The decline of the Muslim Brothers

Why is ‘moderate’ Sunni political Islam on the retreat?

The defeat of Morocco’s Justice and Development Party (PJD) – the local variant of the Muslim Brotherhood (MB) movement – in the recent elections was resounding. It lost more than 90% of its parliamentary seats. This coincided with the removal of its Tunisian counterpart, the Nahdha Party, from a position of power. Its long-time critic President Kais Saeid won widespread popular support for suspending the legislature and constitution, sacking the government, and declaring a state of emergency. Elsewhere, MB-affiliated groups failed in their bid to change the regime in Syria, went on the retreat in Libya, all but disappeared in Iraq, and saw their government in Egypt destroyed and their members mercilessly persecuted.

Critics of political Islam have been eager to offer explanations for its descent from the pinnacle to (almost) the depths of political power over the past ten years. Some attribute the failure to poor economic performance when it was in government. Others to internal divisions or external machinations. But MB leaders themselves rarely speak out to admit to past failures or mistakes or recommend fundamental policy changes. A rare exception was veteran Egyptian MB leader Yousef Nada, who recently called for an unconditional dialogue with the ruling regime.

A major reason for the demise of ‘political Islam’ which many avoid mentioning is its co-optation by regional and global powers to serve their own agendas. The US and its Arab allies did that in Syria, Iraq, Libya, and Egypt. This is proven by thousands of documents in addition to the visible facts on the ground. The way these powers have begun to abandon political Islamist forces and organisations and engage in dialogue with their archenemies in Egypt, Saudi Arabia and the UAE is testimony to this. We are referring specifically here to Qatar and Turkey as well as the US itself.

I will never forget interviewing the late Omar Tilimsani, the MB’s ‘Supreme Guide’, when I was a young journalist in London in 1978. The Camp David accords had just been signed, and I tried every trick I could think of to get him to say a single word denouncing them. He realised what I was up to, but reacted courteously. He politely asked me to stop recording, and once I had switched off the recorder turned to me and explained: I will not denounce Camp David so long as I am outside Egypt. Also, we are a movement that aims to call people to Islam, so we need to preserve our presence in our country to spread that message in society and avoid any political activity that could lead to confrontation with the state. It is stronger than we are and could destroy us, and we do not want that right now.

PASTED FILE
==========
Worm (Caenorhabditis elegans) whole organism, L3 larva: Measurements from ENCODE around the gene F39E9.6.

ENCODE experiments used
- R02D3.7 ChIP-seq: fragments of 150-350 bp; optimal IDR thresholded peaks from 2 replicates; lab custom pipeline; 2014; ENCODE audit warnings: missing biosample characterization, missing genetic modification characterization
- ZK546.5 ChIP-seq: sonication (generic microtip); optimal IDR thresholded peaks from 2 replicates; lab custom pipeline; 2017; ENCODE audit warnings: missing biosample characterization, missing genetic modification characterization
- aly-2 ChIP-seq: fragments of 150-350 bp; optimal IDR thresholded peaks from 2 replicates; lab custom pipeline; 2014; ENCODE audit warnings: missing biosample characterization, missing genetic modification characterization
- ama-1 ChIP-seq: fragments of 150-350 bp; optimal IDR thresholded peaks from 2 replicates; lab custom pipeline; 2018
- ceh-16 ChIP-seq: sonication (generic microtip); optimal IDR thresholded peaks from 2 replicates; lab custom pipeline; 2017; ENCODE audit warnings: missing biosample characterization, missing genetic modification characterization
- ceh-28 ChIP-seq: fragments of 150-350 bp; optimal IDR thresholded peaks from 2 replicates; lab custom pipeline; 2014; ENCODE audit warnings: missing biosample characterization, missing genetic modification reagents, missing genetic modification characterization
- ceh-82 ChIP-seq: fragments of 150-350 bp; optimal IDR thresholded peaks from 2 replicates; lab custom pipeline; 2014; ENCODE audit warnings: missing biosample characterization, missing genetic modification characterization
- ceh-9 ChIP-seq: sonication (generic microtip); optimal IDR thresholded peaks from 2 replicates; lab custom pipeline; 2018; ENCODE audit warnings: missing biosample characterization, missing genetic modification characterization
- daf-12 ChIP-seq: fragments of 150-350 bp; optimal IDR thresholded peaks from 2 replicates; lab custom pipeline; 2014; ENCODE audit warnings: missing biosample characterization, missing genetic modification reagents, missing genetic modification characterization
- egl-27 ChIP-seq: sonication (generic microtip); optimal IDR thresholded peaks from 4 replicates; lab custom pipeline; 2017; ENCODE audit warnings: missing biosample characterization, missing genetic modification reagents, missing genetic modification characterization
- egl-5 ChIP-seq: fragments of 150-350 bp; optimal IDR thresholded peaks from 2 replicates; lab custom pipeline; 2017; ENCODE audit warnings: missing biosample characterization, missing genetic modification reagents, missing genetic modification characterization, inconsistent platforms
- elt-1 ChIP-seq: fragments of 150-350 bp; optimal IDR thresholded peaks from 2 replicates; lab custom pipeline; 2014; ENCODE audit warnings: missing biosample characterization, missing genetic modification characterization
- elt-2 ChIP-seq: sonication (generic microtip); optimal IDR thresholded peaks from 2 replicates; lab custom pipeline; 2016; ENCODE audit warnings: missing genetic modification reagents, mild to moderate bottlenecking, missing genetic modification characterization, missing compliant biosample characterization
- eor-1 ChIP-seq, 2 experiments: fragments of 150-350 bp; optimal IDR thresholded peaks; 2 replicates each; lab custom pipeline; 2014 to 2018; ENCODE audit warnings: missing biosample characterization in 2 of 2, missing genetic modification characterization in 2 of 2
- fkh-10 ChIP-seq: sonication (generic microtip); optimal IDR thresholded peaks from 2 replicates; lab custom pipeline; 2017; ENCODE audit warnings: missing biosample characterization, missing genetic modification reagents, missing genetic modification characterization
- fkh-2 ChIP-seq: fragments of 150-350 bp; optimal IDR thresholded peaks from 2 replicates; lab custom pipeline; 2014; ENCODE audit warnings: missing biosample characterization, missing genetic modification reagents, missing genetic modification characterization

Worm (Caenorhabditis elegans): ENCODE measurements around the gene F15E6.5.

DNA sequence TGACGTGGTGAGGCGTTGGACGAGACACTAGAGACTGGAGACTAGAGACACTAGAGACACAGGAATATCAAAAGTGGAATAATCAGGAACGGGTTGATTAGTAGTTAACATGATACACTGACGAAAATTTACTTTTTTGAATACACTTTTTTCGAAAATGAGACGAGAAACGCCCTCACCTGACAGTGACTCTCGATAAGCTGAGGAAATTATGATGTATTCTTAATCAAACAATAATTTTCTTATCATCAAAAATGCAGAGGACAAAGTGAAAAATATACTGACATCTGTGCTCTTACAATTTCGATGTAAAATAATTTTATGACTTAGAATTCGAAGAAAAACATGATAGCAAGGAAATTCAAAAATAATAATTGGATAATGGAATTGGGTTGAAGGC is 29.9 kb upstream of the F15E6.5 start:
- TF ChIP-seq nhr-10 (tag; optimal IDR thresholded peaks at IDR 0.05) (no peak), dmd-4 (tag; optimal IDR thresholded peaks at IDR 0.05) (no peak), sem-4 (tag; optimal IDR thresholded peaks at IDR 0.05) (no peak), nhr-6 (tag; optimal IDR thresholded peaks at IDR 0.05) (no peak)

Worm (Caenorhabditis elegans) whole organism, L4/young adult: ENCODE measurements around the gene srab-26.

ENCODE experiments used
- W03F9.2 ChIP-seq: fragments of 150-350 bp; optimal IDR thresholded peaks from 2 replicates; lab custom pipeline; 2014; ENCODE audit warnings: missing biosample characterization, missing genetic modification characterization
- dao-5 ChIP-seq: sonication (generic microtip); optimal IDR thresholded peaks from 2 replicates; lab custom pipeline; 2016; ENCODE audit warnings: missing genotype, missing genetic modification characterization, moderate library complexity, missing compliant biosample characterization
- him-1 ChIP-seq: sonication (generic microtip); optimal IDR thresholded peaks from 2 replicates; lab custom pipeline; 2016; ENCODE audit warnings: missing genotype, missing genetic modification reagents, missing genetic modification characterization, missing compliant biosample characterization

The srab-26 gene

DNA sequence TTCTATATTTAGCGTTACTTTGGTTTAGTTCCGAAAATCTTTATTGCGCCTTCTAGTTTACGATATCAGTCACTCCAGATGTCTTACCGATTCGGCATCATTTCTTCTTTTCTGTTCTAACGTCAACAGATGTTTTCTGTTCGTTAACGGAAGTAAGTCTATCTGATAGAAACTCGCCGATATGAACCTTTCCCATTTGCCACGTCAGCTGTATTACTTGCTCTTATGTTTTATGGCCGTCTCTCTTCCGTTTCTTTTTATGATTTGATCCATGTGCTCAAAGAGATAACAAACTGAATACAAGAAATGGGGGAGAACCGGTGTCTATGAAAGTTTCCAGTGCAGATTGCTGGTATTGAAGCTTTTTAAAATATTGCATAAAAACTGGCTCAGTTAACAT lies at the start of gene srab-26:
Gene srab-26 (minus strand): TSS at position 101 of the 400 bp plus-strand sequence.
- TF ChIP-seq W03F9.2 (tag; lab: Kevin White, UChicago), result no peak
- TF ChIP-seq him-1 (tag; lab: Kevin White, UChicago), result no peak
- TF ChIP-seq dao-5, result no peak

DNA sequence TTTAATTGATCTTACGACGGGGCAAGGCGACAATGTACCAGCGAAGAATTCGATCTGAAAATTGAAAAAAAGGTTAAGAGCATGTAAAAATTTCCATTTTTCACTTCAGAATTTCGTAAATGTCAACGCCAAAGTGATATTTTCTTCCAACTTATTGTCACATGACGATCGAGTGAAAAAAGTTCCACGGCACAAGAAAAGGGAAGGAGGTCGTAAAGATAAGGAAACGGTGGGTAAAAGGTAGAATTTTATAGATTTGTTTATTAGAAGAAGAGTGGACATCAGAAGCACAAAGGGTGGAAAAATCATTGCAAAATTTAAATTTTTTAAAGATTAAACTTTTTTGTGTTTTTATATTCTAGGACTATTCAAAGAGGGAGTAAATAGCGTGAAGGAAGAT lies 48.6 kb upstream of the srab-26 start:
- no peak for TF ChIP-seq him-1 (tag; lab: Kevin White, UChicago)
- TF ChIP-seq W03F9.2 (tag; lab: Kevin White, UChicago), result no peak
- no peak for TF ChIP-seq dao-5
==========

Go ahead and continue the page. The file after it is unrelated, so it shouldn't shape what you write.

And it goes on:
Tilimsani eventually returned to Cairo, and spoke out against Camp David from a religious perspective. He ended up being one of the most prominent of the many leading critics of the accords – including political and intellectual figures from far left to far right – detained in the crackdown launched by then-present Anwar Sadat. I hope Morocco’s PJD takes note.

Two movements that represent political Islam chose a different course and continue to stand on solid ground and grow in strength: The Taliban in Afghanistan, who espouse Wahhabi beliefs, and Hamas in Palestine, which is an MB offshoot. What they have in common is that both raise the banner of ‘jihadi’ Islam, adamantly oppose US and Israeli schemes, try (as far as possible, for now at least) to rise above sectarian divisions, preserve a measure of independence, and engage with others who do not share their beliefs.

‘Moderate’ political Islam will need decades to recover. But ‘jihadi’ Islam – which went on the retreat after the US invaded Afghanistan and tried to co-opt its immediate rivals – could be quickly revitalised, starting with Afghanistan. All depends on how global and regional powers treat the Taliban’s re-born Islamic Emirate. The US’ freezing of billions of dollars of Afghan state funds, its use of ‘recognition’ as a means of exerting pressure, and its vilification of the Taliban in the media, could all backfire badly. It might push the Taliban into embracing ‘jihadism’ and groups that espouse it, including the updated versions of al-Qaida and Islamic State and new even more extreme groups.

The composition of the Taliban’s new interim government– including hard-line interior and defence ministers and five former Guantanamo detainees – makes clear that a reversion to ‘jihadi’ Islam is a serious option. In partnership with Iran and China, and to a lesser extent Russia, not to mention Pakistan, this would be a nightmare for the US and the ‘West’.

It is no coincidence that the demise of ‘moderate’ Islam is accompanying the decline of the US a global power, its succession of defeats in the Middle East, and the resurgence of its ‘authentic’ jihadi variant. This follows a pattern that has deep roots in Islamic history.

The whole world is facing a period of fundamental change. One great empire (America) stands on the brink of collapse and another (China) is on the ascendant. How the Arab and Islamic worlds adapt to this has become one of the crucial questions of our times.

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